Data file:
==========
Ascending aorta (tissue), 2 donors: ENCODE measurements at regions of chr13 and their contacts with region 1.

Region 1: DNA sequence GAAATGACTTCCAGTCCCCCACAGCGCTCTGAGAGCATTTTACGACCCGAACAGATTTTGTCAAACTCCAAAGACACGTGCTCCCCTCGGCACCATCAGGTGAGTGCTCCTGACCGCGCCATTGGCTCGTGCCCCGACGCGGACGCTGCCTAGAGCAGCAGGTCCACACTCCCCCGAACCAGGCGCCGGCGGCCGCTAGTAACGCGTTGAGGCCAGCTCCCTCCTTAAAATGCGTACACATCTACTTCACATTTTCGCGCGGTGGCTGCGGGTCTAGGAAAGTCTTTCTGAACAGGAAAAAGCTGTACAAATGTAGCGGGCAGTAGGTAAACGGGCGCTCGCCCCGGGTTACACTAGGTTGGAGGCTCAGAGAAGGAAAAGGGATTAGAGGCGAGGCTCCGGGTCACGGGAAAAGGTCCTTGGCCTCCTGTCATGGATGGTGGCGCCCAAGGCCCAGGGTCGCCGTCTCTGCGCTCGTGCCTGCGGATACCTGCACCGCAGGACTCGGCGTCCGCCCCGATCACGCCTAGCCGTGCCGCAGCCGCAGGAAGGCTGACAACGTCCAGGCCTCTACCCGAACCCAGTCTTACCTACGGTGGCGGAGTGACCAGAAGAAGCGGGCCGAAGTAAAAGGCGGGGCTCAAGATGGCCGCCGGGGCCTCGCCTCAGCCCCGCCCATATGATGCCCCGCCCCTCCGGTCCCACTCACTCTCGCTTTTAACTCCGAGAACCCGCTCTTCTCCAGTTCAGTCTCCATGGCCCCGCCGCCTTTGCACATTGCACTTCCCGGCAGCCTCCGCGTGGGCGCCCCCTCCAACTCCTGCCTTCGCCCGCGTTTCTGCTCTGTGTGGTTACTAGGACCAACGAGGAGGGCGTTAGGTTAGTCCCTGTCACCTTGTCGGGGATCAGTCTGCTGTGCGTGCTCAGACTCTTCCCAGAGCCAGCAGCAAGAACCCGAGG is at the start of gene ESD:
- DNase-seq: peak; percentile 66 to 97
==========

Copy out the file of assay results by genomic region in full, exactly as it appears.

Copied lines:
Ascending aorta (tissue), 2 donors: ENCODE measurements at regions of chr13 and their contacts with region 1.

Region 1: DNA sequence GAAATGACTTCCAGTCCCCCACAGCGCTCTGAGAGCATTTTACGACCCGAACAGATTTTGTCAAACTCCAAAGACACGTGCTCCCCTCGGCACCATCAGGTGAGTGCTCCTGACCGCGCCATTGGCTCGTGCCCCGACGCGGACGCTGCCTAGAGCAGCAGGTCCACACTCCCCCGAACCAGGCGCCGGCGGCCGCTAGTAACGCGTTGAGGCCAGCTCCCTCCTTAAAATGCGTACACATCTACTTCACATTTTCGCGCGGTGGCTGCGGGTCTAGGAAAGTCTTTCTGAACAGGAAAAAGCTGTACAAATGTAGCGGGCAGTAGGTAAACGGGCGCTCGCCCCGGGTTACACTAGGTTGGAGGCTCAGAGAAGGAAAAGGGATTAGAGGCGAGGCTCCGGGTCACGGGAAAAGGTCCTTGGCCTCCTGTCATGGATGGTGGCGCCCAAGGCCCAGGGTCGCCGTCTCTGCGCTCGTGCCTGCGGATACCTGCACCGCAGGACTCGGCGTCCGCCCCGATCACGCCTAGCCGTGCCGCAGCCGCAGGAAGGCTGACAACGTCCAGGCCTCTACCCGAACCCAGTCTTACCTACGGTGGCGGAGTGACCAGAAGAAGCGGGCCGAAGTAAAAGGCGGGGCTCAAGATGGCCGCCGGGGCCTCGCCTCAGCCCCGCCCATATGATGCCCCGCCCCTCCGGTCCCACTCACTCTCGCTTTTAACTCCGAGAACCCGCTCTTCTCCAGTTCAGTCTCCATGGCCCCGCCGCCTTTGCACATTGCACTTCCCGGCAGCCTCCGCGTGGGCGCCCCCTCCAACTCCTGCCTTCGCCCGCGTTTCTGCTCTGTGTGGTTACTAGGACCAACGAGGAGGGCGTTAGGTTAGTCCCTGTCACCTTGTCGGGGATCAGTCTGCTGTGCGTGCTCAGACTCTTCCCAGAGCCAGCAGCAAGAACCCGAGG is at the start of gene ESD:
- DNase-seq: peak; percentile 66 to 97